Peroxieomal and mitochondrial defects in the cerebro-hepato-renal syndrome

Sidney Goldfischer, Cyril L. Moore, Anne B. Johnson, Alfred J. Spiro, Marius P. Valsamis, Henry K. Wisniewski, Robert H. Ritch, William T. Norton, Isabelle Rapin, Lawrence M. Gartner

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Abstract

The cerebro-hepato-renal syndrome is a rare familial malady with cerebral, renal, and skeletal abnormalities, severe hypotonia, cirrhosis, iron and lipid storage, and death within 6 months. Correlated electron microscopic, histochemical, and biochemical studies demonstrate defects in two oxidative organelles. Peroxisomes cannot be found in hepatocytes and renal proximal tubules. In hepatocytes and cortical astrocytes, mitochondria are distorted in their appearance and glycogen stores are increased. Oxygen consumption of brain and liver mitochondrial preparations with succinate and with substrates reducing nicotinamide adenine dinucleotide is markedly diminished, but the consumption is normal with ascorbate and tetramethylphenylenediamine, which suggests a defect in electron transport prior to the cytochromes. Histochemical studies of mitochondrial oxidation point to a defect between the succinate dehydrogenase flavoprotein and coenzyme Q, possibly in the region of nonheme iron protein.

Original languageEnglish (US)
Pages (from-to)62-64
Number of pages3
JournalScience
Volume182
Issue number4107
StatePublished - 1973

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Zellweger Syndrome
Hepatocytes
Nonheme Iron Proteins
Tetramethylphenylenediamine
Flavoproteins
Proximal Kidney Tubule
Muscle Hypotonia
Ubiquinone
Peroxisomes
Succinate Dehydrogenase
Succinic Acid
Cytochromes
Electron Transport
Glycogen
Oxygen Consumption
Astrocytes
Organelles
NAD
Mitochondria
Fibrosis

ASJC Scopus subject areas

  • General

Cite this

Goldfischer, S., Moore, C. L., Johnson, A. B., Spiro, A. J., Valsamis, M. P., Wisniewski, H. K., ... Gartner, L. M. (1973). Peroxieomal and mitochondrial defects in the cerebro-hepato-renal syndrome. Science, 182(4107), 62-64.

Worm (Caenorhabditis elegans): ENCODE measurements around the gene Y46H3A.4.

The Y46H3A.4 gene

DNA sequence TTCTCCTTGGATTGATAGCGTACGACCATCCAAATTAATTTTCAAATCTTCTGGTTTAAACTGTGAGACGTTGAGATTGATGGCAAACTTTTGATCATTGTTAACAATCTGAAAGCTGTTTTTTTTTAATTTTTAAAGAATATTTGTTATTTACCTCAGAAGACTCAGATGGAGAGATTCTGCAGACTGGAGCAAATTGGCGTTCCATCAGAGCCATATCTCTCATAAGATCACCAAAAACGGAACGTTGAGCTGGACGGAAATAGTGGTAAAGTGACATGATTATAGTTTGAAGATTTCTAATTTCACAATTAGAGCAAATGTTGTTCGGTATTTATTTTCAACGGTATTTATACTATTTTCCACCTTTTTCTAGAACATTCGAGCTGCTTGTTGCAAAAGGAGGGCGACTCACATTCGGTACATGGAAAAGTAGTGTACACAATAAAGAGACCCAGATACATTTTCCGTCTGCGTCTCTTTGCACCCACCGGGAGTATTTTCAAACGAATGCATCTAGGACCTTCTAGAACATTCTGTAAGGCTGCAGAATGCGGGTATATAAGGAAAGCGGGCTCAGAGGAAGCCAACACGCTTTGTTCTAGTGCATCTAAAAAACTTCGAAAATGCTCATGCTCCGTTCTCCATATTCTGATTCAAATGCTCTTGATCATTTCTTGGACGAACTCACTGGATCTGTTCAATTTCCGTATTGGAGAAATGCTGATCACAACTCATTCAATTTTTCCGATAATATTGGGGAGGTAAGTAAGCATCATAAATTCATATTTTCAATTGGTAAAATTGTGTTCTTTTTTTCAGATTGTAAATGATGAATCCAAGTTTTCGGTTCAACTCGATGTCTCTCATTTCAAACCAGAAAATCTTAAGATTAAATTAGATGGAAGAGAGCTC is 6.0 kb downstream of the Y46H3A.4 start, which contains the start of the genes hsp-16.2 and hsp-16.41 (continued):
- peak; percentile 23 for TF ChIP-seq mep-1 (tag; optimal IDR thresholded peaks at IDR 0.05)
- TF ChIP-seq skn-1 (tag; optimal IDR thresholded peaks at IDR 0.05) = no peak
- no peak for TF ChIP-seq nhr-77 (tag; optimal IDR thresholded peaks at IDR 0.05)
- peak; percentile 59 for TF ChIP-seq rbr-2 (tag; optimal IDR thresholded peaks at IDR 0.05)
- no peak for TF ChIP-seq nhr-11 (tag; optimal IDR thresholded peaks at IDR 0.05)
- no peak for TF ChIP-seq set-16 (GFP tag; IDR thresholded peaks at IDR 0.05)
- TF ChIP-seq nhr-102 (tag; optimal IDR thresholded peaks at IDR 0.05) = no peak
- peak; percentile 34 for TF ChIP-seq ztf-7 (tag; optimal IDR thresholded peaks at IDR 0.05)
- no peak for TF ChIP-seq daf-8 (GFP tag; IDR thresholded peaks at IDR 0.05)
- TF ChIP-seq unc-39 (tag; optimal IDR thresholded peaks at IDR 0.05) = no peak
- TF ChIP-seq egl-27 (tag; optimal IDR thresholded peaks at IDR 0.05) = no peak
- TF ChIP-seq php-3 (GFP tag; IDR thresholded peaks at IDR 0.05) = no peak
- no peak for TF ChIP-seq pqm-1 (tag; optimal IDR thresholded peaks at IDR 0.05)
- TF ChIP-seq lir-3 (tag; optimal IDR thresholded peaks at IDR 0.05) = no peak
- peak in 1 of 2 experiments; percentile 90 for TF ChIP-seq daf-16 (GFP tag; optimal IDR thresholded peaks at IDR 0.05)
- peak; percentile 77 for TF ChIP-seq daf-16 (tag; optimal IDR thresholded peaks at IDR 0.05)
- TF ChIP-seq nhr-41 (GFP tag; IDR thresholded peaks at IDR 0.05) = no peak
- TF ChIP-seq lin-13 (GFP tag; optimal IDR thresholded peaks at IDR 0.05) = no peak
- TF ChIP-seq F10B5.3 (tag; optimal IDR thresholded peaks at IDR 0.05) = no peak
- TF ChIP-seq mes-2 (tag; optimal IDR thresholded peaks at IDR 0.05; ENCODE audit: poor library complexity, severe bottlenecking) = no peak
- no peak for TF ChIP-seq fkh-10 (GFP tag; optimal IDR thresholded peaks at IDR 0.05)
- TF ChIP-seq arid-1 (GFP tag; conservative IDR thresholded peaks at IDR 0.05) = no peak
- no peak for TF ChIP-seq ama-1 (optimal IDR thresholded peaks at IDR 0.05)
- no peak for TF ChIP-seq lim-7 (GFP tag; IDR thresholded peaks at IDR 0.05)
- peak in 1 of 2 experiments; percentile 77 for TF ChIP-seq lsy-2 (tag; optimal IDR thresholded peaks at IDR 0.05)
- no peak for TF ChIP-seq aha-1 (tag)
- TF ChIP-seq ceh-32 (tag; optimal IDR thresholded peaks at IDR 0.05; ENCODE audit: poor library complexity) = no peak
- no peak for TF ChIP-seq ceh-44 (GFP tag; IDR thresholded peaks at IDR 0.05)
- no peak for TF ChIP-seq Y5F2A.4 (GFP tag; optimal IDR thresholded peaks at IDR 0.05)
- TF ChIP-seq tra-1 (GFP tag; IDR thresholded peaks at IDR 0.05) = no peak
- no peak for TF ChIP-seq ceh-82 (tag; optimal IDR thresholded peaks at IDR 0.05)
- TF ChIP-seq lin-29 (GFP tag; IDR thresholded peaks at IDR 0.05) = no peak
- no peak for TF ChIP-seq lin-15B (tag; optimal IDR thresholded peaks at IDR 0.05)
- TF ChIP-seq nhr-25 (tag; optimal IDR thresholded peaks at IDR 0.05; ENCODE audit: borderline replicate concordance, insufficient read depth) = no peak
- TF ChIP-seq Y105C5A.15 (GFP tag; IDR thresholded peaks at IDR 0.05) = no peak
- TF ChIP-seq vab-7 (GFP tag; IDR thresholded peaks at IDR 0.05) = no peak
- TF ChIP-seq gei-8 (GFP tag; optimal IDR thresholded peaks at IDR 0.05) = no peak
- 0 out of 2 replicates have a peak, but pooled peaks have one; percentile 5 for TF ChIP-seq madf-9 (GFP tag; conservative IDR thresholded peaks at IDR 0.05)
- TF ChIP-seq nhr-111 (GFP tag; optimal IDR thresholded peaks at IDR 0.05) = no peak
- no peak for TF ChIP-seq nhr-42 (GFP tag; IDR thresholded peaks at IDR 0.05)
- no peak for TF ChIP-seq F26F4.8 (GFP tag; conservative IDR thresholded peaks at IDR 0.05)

Peroxieomal and mitochondrial defects in the cerebro-hepato-renal syndrome. / Goldfischer, Sidney; Moore, Cyril L.; Johnson, Anne B.; Spiro, Alfred J.; Valsamis, Marius P.; Wisniewski, Henry K.; Ritch, Robert H.; Norton, William T.; Rapin, Isabelle; Gartner, Lawrence M.

In: Science, Vol. 182, No. 4107, 1973, p. 62-64.

Research output: Contribution to journalArticle

Goldfischer, S, Moore, CL, Johnson, AB, Spiro, AJ, Valsamis, MP, Wisniewski, HK, Ritch, RH, Norton, WT, Rapin, I & Gartner, LM 1973, 'Peroxieomal and mitochondrial defects in the cerebro-hepato-renal syndrome', Science, vol. 182, no. 4107, pp. 62-64.
Goldfischer S, Moore CL, Johnson AB, Spiro AJ, Valsamis MP, Wisniewski HK et al. Peroxieomal and mitochondrial defects in the cerebro-hepato-renal syndrome. Science. 1973;182(4107):62-64.
Goldfischer, Sidney ; Moore, Cyril L. ; Johnson, Anne B. ; Spiro, Alfred J. ; Valsamis, Marius P. ; Wisniewski, Henry K. ; Ritch, Robert H. ; Norton, William T. ; Rapin, Isabelle ; Gartner, Lawrence M. / Peroxieomal and mitochondrial defects in the cerebro-hepato-renal syndrome. In: Science. 1973 ; Vol. 182, No. 4107. pp. 62-64.
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AU - Goldfischer, Sidney

AU - Moore, Cyril L.

AU - Johnson, Anne B.

AU - Spiro, Alfred J.

AU - Valsamis, Marius P.

AU - Wisniewski, Henry K.

AU - Ritch, Robert H.

AU - Norton, William T.

AU - Rapin, Isabelle

AU - Gartner, Lawrence M.

PY - 1973

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AB - The cerebro-hepato-renal syndrome is a rare familial malady with cerebral, renal, and skeletal abnormalities, severe hypotonia, cirrhosis, iron and lipid storage, and death within 6 months. Correlated electron microscopic, histochemical, and biochemical studies demonstrate defects in two oxidative organelles. Peroxisomes cannot be found in hepatocytes and renal proximal tubules. In hepatocytes and cortical astrocytes, mitochondria are distorted in their appearance and glycogen stores are increased. Oxygen consumption of brain and liver mitochondrial preparations with succinate and with substrates reducing nicotinamide adenine dinucleotide is markedly diminished, but the consumption is normal with ascorbate and tetramethylphenylenediamine, which suggests a defect in electron transport prior to the cytochromes. Histochemical studies of mitochondrial oxidation point to a defect between the succinate dehydrogenase flavoprotein and coenzyme Q, possibly in the region of nonheme iron protein.

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